A touring golf professional requires only three areas of expertise to earn their livelihood, those being world class golfer, expert in custom club fitting and golf rules expert.
It goes without saying that a touring golf professional must possess the unique skill level to shoot scores low enough on specifically designated courses at the required time. That is what spectators pay to see and it is where sponsors invest their marketing dollars.
It is a very simple concept. Shoot the lowest score on Father’s Day around the most difficult course in the country and someone will hand you the U.S. Open trophy accompanied by a big cheque.
Simple, yes. Easy, no.
That is why only one person per year does it and that’s why it’s worth so much money, recognition and hero worship.
Custom club fitting is another important required skill/education.
To become the best at anything one must think they have certain advantages over the other competitors.
Since equipment plays such a big role in today’s tournament environment, a player must understand how, why and what components, measurements, ingredients and technologies best suit them.
A player must understand ball flight laws, shaft weights/flex, grip size and texture¸ frequency matching, flight scope readings, coefficient of restitution and many other contributing factors.
Each of these has a bearing on two vital outcomes, those being the appearance of the ball in flight and the feel of the club. A significant contributor to feel is sound.
Sure, companies spent millions on research developing all of these technologies and the some the finest R&D personnel in the world are available to tour professionals. However, the final decision is always made by the end user.
Therefore, with the burden of result- oriented consequences, a touring golf professional must have an in-depth understanding of equipment fitting.
Finally, a touring professional should be an absolute expert in the rules of golf, particularly in the procedures.
The rules are made to help you not to hurt you. The correct ruling protects every player, ensuring that every player is governed equally and fairly. As a result, the best player that day wins.
Proper interpretation and consistent application of the rules is one of the most common, basic elements that adheres all golfers world-wide together. The rules have been changed, updated and unified over the past 400 years, but they still retain most of the original intent.
They are a uniform structure to guide every player to act in a manner that is fair to every player. At times, the rules are quite complex and even complicated, but eventually, the ruling must amount to doing the right thing.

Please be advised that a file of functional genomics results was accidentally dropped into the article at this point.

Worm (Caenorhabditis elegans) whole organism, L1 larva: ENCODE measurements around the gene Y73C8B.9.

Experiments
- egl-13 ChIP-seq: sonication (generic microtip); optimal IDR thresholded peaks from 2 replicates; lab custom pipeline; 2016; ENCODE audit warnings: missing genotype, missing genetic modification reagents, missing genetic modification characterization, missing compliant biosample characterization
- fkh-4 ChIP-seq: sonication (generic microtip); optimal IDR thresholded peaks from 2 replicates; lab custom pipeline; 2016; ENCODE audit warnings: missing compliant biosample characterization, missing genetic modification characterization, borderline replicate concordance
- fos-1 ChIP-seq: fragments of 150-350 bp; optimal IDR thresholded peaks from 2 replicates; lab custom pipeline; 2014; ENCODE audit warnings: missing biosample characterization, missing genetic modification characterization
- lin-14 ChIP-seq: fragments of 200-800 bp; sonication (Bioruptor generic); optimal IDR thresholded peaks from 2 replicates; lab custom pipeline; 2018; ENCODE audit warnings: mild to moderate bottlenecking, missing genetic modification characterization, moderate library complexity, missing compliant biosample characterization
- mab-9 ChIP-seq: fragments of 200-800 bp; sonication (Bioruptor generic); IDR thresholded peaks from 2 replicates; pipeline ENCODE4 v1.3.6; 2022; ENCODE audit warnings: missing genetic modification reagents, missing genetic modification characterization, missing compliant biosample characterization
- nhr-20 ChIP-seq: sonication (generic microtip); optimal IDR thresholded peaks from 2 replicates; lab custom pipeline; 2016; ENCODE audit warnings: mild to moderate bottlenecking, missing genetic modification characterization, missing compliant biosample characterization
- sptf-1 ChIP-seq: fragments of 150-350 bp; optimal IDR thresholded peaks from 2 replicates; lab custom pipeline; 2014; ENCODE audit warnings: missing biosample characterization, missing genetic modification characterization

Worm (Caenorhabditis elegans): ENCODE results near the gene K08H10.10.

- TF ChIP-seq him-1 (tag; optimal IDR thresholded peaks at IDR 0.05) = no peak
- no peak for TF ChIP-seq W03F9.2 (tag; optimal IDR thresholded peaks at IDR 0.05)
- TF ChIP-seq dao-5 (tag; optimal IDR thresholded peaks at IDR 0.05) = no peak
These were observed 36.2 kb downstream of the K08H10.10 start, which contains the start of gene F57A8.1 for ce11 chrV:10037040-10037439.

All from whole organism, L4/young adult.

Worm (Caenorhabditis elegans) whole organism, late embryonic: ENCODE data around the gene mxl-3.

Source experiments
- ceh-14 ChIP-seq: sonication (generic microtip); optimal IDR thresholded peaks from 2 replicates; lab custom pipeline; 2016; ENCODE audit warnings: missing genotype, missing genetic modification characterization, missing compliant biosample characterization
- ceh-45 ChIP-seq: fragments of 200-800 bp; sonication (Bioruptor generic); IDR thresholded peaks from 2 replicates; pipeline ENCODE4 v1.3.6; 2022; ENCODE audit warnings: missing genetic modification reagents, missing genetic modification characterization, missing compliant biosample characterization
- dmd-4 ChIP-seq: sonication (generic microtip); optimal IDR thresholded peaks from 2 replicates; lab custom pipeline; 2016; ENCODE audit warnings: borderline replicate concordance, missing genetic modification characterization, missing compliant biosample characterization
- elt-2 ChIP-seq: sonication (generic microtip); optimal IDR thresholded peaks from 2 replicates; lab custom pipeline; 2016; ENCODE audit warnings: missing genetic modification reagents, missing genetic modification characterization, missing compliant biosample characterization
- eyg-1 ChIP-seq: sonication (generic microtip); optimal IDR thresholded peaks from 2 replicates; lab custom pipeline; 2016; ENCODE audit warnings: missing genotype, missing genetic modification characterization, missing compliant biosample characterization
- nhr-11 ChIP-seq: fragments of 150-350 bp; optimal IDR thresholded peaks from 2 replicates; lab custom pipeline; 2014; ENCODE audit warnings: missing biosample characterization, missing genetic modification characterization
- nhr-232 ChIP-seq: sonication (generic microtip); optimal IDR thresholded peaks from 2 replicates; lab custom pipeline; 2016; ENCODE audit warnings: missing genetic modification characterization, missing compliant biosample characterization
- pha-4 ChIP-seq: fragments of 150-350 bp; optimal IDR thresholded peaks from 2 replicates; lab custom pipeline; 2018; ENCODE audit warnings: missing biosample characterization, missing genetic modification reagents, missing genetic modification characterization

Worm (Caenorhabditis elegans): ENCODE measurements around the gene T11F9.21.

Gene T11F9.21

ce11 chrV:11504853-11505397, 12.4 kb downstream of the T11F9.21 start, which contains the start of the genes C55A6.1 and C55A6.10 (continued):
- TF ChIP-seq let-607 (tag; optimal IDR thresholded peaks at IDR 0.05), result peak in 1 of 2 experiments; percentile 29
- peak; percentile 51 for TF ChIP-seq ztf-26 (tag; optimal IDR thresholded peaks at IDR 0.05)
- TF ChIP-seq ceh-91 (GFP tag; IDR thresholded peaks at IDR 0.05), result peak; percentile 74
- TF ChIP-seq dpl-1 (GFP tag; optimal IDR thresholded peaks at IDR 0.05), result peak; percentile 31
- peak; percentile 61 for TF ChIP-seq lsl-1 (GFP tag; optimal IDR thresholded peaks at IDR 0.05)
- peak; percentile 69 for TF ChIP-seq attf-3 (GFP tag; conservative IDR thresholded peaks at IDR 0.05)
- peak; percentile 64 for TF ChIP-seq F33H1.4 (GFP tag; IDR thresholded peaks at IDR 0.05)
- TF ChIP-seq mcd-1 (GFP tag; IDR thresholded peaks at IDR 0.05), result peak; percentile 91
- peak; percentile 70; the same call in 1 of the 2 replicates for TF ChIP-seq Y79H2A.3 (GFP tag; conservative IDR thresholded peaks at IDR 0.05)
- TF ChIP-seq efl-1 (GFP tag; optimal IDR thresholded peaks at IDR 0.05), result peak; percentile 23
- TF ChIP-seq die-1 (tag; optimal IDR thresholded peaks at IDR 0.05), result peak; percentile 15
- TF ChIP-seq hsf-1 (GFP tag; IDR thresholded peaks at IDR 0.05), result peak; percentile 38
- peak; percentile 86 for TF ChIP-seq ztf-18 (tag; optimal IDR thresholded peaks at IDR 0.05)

I don’t see anything wrong with non-players calling in when they think a player has not proceeded correctly under the rules of golf.
First, the players should be rules experts. Would you hire any other contractor (doctor, lawyer, auto mechanic, accountant, home renovator, etc.) who was not a complete expert in his/her field?
Top touring professionals are earning annual incomes of several million dollars. Shouldn’t they be the best in the world at knowing the rules?
Secondly, when any spectator can be actively involved in the actual outcome, it makes golf different from every other sport. Who cares if a penguin phones in from Antarctica and exposes an incident?
Aren’t we all just trying to make sure the winner is the real, honest winner? Besides, imagine the heart rate for some middle handicapper who hits the lottery when his/her suspicions are right and he/she exposes a certain infraction on national TV.
How is it even possible that a fan sitting in his/her living room 10,000 miles away knows the situation better than a player standing one foot away? Why isn’t the player versed well enough with the rules to know the exact procedure?
Not only that, but any time a player has the slightest doubt about the procedure they can call one of the premier rules officials in the world, who is never too far away for support.
A player should be adept at shooting a low score in any circumstance. A player should be able to trust his/her equipment team, but they should also be adept enough to become the final judge on rules.
A player should regard a rules official with complete respect, but be adept enough to thoroughly converse in a discussion concerning every facet of correct procedure within the rules.
Surely, one PGA Tour player, his/her caddie, the playing partner, the playing partner’s caddie and a world class rules official with a support team on the radio should be better at interpreting a rule than any fan.
I say, “Let the phone ring,”.if it’s necessary.